I remember learning this in high school, but I can't track down a proof. Let ABC be a triangle and DE a line segment intersecting the triangle such that D is on AB, E is on AC, and DE is parallel to BC. Then [tex]\frac{\overline{DE}}{\overline{BC}}=\frac{\overline{AD}}{\overline{AB}}=\frac{\overline{AE}}{\overline{AC}}[/tex] I duckduckgo'd this as much as I could, but no luck. There is a claim for a proof here http://ceemrr.com/Geometry1/ParallelSimilar/ParallelSimilar_print.html and I get the proof for the Triangle Midsegment Theorem, but I don't know what they mean when they say that the Proportional Segments Theorem follows from the Triangle Midsegment Theorem by "repeated application." How so?
You can demonstrate that the two triangles are similar based on AAA (angle, angle, angle) - they share one angle and the parallel side can be used to prove the other two angle are equivalent. The lengths of corresponding sides of similar triangles follow the same proportions.
True. But say I can't use trigonometry (Pythagoras is OK) -- how do you show that the sides of congruent triangles are proportional? In my case below, it would be ideal to show that the rectangle with the sides DE and AB equals in area the rectangle with the sides BC and AD. For the theorem of Pythagoras, there is an elegant proof that the square c^2 equals the sum of the two squares a^2 and b^2. Similarly, for the Triangle Midsegment Theorem (see the link above). I don't see anything like that for the Proportional Segments Theorem, except an appeal to intuition.
O...K... ?!? Am I allowed to used analytical geometry? That would give me the "Law of Sines". Once you use the Law of Sines to prove the lengths of the corresponding sides are proportional, this would be a simple next step or two.
What .Scott is suggesting is not trigonometry - it's plain old geometry. Since DE || BC, ∠ABC = ∠ADE (corresponding angles of parallel lines cut by a transversal). Exactly the same argument can be made to show that ∠AED = ∠ACB. This shows that the three angles of the smaller triangle are congruent to the corresponding angles of the larger triangle - this the triangles are similar. Regarding this question -- "how do you show that the sides of congruent triangles are proportional" The corresponding sides of congruent triangles are equal in length, so technically they are proportional, with the proportion being 1. Perhaps you meant "sides of similar triangles" instead.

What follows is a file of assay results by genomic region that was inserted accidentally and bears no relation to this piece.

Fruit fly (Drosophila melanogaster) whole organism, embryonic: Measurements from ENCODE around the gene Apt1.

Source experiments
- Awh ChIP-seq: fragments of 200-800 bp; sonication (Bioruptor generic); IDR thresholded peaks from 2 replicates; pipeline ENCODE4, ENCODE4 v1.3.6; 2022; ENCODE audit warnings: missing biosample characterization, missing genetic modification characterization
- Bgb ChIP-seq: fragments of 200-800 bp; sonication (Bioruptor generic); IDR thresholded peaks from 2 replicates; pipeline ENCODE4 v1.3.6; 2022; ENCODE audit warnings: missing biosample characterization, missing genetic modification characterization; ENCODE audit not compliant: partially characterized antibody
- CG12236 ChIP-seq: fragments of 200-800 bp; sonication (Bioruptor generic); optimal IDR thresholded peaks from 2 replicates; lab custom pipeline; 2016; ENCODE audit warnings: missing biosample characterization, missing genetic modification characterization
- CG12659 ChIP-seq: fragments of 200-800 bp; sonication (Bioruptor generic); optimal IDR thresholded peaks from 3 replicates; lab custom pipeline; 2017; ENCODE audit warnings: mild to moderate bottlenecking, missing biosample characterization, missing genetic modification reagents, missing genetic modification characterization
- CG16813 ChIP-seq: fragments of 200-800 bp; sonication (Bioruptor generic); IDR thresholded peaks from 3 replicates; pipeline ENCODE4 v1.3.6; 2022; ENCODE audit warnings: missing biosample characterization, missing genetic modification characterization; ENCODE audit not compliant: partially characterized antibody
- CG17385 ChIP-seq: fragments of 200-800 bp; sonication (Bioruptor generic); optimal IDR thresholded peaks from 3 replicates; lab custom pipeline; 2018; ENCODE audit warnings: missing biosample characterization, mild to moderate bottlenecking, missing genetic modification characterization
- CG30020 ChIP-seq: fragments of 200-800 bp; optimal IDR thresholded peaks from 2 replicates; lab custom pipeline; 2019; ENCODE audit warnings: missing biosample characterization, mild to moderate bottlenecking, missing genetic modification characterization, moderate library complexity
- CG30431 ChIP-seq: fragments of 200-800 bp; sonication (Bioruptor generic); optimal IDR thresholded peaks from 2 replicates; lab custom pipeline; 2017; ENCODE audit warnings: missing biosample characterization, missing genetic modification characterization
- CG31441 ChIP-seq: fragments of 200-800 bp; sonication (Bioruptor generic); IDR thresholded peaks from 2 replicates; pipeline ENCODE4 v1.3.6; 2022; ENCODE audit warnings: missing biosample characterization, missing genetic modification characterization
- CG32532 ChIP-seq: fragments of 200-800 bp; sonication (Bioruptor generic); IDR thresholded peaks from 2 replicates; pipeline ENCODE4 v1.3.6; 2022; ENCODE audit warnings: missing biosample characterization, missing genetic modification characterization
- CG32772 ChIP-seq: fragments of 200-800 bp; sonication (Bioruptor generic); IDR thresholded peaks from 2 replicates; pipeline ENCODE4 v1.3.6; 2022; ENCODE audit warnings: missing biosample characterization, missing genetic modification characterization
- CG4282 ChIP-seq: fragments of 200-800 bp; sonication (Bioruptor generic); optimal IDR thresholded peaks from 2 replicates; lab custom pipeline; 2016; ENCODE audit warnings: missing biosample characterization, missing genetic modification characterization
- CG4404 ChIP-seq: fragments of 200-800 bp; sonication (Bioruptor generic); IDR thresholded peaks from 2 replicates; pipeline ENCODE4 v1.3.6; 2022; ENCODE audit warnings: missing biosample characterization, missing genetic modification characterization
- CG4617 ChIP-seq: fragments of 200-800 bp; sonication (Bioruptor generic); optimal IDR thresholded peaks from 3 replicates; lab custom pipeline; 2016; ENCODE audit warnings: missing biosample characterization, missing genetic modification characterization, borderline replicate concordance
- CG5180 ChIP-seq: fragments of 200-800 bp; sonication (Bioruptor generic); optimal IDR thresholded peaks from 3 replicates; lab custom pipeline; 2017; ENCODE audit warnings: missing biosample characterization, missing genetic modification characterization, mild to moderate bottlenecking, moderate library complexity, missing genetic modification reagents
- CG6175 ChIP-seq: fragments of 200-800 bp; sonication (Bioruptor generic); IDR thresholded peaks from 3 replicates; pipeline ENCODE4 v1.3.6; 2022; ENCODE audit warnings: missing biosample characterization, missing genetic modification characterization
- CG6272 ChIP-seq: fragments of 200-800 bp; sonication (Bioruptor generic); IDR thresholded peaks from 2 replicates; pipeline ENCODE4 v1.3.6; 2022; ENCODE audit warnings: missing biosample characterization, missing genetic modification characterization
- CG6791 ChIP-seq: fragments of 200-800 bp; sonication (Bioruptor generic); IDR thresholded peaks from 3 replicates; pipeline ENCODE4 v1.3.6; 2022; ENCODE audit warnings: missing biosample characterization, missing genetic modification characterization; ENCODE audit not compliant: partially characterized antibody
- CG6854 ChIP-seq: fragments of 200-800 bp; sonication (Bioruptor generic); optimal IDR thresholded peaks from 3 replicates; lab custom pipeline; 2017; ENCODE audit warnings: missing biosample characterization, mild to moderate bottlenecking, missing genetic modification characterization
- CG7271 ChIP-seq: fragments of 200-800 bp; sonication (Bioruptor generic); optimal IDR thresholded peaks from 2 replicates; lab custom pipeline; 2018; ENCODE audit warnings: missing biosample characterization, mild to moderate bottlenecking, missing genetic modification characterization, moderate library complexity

Yes, pardon me, I meant similar triangles, not congruent triangles. And no, I don't want to refer to the law of sines for a proof. My question is if I can show by a plain geometrical argument that makes sense to a 12-year old (no trigonometry) that the sides of similar (!) triangles are proportional. There are such plain geometrical arguments for the Theorem of Pythagoras and for the Triangle Midsegment Theorem. I as yet can't think of one for the Proportional Segments Theorem without recourse to trigonometry. Mentor's argument only shows me that the two triangles are similar, but not that their sides are proportional. Scott's argument uses trigonometry (the law of sines). By "OK" I mean it's OK to use P.'s theorem in your proof, but please no trig.
Would this 12-year old be stuck doing some homework? Try this link: http://www.mathopenref.com/similartriangles.html If you google 'similar triangles', you can find other similar (no pun intended) links.
No, it's not homework. If it were, it appears that not only 12-year-olds, but also some physicists on physicsforums.com would be stumped, including me :) The website you are linking to (I found it earlier as well) does a great job appealing to our intuition, but the proof is still missing. Again, one thing that would satisfy me is if you could show me that the rectangle with the sides DE and AB equals in area the rectangle with the sides BC and AD.
It's been a long, long time since I took geometry in 10th grade, but I believe there was a theorem that said that similar triangles have sides that are proportional in the same ratio. Being a geometry book, it would not have used trigonometry to reach this result. Off the top of my head I don't remember how it was done.
Here you go. The meat starts at the bottom of page two, but read it from the start. If you're explaining it to a 12-year old, strike the parts about non-Euclidean geometry. http://www.math.washington.edu/~lee/Courses/444-5-2008/supplement3.pdf